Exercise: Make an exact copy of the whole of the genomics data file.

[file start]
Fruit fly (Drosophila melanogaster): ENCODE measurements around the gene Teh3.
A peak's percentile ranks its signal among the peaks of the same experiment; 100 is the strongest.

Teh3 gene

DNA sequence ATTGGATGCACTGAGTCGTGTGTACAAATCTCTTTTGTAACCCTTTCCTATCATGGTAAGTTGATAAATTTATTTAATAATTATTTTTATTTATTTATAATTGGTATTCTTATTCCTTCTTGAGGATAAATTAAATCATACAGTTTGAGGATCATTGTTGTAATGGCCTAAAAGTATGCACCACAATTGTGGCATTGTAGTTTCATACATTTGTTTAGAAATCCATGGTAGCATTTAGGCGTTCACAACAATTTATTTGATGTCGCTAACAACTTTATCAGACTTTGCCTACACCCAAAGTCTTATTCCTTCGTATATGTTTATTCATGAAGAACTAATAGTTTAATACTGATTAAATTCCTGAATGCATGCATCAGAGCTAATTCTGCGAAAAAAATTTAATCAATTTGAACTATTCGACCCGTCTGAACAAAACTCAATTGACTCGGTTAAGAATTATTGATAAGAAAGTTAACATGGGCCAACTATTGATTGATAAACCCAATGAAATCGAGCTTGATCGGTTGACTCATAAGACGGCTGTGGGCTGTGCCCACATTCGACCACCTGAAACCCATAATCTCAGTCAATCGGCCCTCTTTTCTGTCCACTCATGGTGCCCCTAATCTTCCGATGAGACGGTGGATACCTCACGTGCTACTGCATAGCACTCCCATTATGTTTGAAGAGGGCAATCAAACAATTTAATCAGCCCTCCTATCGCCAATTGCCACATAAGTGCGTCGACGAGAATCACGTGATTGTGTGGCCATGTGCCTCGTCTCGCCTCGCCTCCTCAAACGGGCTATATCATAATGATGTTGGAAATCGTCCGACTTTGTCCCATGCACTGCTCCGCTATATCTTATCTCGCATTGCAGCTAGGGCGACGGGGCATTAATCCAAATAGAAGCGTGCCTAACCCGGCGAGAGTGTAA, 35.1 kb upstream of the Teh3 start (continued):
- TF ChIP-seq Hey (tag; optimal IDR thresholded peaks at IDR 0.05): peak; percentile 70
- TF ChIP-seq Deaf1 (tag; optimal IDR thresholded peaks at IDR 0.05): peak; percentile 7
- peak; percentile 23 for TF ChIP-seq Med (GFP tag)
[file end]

Fruit fly (Drosophila melanogaster): ENCODE measurements around the gene Teh3.
A peak's percentile ranks its signal among the peaks of the same experiment; 100 is the strongest.

Teh3 gene

DNA sequence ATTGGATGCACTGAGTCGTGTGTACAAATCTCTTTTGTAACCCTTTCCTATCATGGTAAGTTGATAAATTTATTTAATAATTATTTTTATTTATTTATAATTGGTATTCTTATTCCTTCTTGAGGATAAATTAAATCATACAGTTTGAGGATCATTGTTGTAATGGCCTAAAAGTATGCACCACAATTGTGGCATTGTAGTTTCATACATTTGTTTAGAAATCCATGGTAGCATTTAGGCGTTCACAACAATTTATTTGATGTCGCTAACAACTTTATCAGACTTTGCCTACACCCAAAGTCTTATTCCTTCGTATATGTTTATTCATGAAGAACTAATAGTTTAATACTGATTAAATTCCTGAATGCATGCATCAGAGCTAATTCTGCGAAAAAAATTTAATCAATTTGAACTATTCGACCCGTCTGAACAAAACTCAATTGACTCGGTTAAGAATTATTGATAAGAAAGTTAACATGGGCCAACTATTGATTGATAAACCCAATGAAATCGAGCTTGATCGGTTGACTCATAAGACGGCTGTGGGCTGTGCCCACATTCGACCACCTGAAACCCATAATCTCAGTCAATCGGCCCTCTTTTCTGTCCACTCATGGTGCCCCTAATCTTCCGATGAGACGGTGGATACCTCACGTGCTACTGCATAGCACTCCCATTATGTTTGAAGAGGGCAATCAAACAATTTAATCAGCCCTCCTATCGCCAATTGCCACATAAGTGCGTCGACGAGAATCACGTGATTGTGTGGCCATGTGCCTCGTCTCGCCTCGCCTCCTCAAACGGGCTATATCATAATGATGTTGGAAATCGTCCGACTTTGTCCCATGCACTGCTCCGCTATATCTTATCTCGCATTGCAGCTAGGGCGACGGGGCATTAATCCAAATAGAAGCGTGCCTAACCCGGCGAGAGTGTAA, 35.1 kb upstream of the Teh3 start (continued):
- TF ChIP-seq Hey (tag; optimal IDR thresholded peaks at IDR 0.05): peak; percentile 70
- TF ChIP-seq Deaf1 (tag; optimal IDR thresholded peaks at IDR 0.05): peak; percentile 7
- peak; percentile 23 for TF ChIP-seq Med (GFP tag)